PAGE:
lateral thinking with withered technology

lateral thinking with withered technology
Gunpei Yokoi's WonderSwan

I've been thinking about Gunpei Yokoi a lot lately. Before his tragic death in 1997, Yokoi was a game designer at Nintendo — one of the first, in fact. For them, he created the Game & Watch, the Virtual Boy, and the original Game Boy; over in games, he produced games like Kid Icarus and Metroid. He even trained up Shigeru Miyamoto in game design, when they worked together on Donkey Kong.

The thing Yokoi was known for, his design philosophy, was both simple and — I think — radical, generally translated as "lateral thinking with withered technology." Which means: innovate using mature technology.

The canonical example of this is the Game Boy, which famously bundled a bunch of cheap parts into the most popular handheld console ever made. The lesson, of course, is that it's not necessarily cutting-edge, expensive tech that drives innovation; it's what you do with what you've got. The Switch is just the latest example of Nintendo sticking with Yokoi's philosophy; it's not the most cutting-edge console you can buy, but it is the most innovative console on the market. And that's one of the reasons why it's the 3rd best selling console of all time.

Yokoi's work has been on my mind, of late, because of the slow motion catastrophe that's been games and media over the last year. There's been a constant drumbeat of layoffs, and consequently a widespread feeling that things are darker than ever. And maybe they are; I was reading Matthew Ball's latest dispatch about the state of gaming in 2024, and it seems like the story — at least from an executive level — is that growth is stagnant while costs are rising. Print and digital media, on the other hand, have been in freefall for a while. One way to stanch the bleeding is to cut costs, which are by and large people.

To return to Yokoi for a minute: one of the biggest games (and indeed, biggest success stories) of the last year was Nintendo's latest 2D Mario game, Super Mario Bros. Wonder. It was both a breath of fresh air for the franchise and, on its own terms, a revelation. They managed to change the definition of what a Mario game is while staying absolutely faithful to his 1981 roots. It is, ahem, a wonder. But the thing I found most fascinating about Wonder wasn't the gameplay (stellar, inventive) or the visuals (gorgeous); it was buried in the list of designers.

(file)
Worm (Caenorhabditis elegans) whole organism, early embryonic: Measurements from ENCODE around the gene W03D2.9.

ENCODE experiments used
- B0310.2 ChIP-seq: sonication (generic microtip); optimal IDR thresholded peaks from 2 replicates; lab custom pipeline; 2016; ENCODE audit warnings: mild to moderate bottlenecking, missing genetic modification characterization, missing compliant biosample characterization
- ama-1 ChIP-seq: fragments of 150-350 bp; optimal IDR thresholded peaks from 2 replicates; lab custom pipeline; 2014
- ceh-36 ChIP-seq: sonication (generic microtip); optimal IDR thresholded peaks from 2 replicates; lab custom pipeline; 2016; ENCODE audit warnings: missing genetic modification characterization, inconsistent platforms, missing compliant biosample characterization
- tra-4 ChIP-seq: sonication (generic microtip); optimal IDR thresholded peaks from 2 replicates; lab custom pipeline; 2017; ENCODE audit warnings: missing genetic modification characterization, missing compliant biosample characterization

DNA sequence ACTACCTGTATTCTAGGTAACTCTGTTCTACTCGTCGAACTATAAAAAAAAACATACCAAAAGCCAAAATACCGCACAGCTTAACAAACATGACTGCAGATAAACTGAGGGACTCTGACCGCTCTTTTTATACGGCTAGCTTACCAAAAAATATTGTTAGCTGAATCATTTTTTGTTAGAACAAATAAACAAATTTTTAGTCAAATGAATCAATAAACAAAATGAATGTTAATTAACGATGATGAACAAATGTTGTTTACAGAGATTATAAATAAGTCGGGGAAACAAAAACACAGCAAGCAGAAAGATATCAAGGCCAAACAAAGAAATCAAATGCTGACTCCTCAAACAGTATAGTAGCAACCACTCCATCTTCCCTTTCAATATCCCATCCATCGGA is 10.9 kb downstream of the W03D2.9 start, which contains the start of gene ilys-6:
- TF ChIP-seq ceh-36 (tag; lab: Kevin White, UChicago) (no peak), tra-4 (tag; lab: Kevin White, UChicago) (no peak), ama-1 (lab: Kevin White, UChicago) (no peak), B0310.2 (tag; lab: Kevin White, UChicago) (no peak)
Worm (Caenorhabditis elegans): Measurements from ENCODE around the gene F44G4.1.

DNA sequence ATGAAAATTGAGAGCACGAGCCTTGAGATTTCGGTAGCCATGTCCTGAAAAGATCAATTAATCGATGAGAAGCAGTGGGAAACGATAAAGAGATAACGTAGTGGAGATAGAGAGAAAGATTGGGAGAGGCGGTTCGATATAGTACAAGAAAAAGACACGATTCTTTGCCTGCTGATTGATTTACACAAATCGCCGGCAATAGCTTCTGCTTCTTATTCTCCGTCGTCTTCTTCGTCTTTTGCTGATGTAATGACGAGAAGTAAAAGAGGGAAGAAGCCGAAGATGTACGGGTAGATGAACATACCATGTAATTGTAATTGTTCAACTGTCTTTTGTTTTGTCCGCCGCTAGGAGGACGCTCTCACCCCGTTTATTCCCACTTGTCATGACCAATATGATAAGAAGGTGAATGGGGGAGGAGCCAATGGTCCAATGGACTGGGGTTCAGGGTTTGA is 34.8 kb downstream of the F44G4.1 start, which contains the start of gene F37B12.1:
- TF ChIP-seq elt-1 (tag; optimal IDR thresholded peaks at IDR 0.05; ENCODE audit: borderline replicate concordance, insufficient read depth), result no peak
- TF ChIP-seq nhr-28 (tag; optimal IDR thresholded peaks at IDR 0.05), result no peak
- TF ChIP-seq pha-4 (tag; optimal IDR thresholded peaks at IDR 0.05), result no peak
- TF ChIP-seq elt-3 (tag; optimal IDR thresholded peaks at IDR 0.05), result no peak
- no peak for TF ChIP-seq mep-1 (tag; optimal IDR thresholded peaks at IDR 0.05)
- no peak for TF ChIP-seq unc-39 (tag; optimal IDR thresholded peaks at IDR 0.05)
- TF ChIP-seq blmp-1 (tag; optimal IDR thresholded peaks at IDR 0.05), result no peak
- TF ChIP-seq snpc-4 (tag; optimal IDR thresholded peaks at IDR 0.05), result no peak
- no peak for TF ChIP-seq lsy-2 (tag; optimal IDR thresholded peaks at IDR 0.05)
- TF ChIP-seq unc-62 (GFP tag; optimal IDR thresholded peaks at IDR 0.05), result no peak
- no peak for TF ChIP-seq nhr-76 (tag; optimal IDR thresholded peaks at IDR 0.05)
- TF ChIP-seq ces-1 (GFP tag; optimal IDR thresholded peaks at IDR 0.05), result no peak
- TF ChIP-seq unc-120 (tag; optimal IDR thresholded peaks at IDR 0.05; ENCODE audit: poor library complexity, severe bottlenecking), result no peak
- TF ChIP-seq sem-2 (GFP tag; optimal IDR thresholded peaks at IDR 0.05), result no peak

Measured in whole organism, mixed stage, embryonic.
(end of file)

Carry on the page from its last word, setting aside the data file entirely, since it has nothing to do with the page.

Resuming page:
All of the designers of the original Super Mario Bros. on the original Nintendo Entertainment System are credited designers on Super Mario Bros. Wonder.

Let me repeat that: the people who created the first Super Mario Bros. game are still at Nintendo 38 years later. That kind of tenure is almost unheard of. And — not to undercut the contributions of the many other talented people who helped bring the game to life — it shows in how good the game actually is. Tenure helps. Because — and I think this is crucial — you need to feel safe to innovate. To do the lateral thinking in the first place, you know?

This appears to be another one of Nintendo's philosophies. Back in 2013, the late Satoru Iwata — the former president of Nintendo — said this at a shareholder meeting:

"If we reduce the number of employees for better short-term financial results, employee morale will decrease, and I sincerely doubt employees who fear that they may be laid off will be able to develop software titles that could impress people around the world."

And I think he's right. One thing that's been a little lost in the discussions of growth and cost-cutting is the idea that employees produce better work if they're not fearing for their livelihoods. It's intuitive! And yet it feels like so many industries have lost sight of the idea. I'm not sure if it's trickle-down wisdom from management consultants, or just the idea that workers are interchangeable cogs in a product assembly line, but the idea that you might have a job you keep for a while is starting to feel archaic. Anachronistic. It's hard to imagine a place you might be able to stay for a while.

I think what I'm trying to say is that we've lost the idea that an employer has any obligation to their employees. (And no, I don't mean office pizza parties. Let's ban those.) Worker morale is low across the board because there's not really a sense that everyone is in the shit together. I of course understand that occasionally layoffs are necessary — but why don't we ever see executives taking pay cuts or losing their jobs when they happen? It seems like the people who are in charge largely get to keep making poor business decisions, and the people who work for them end up paying the price. It's a frustrating system.

In any case, I had a job interview recently and one of the questions threw me for a loop. The person asked looked at my CV and asked: do you see yourself here for 2 years, or more like 5? And I was taken aback. Because like many people my résumé is a patchwork of quitting bad jobs and getting laid off of good ones. I paused for a second and told him: it would be a dream to be able to stay somewhere for 5 years. And that was the truth.


things i'm consuming

Delicious in Dungeon, Netflix

"Are Black People Cooler Than White People?" Donnell Alexander, Might (July/Aug. 1997)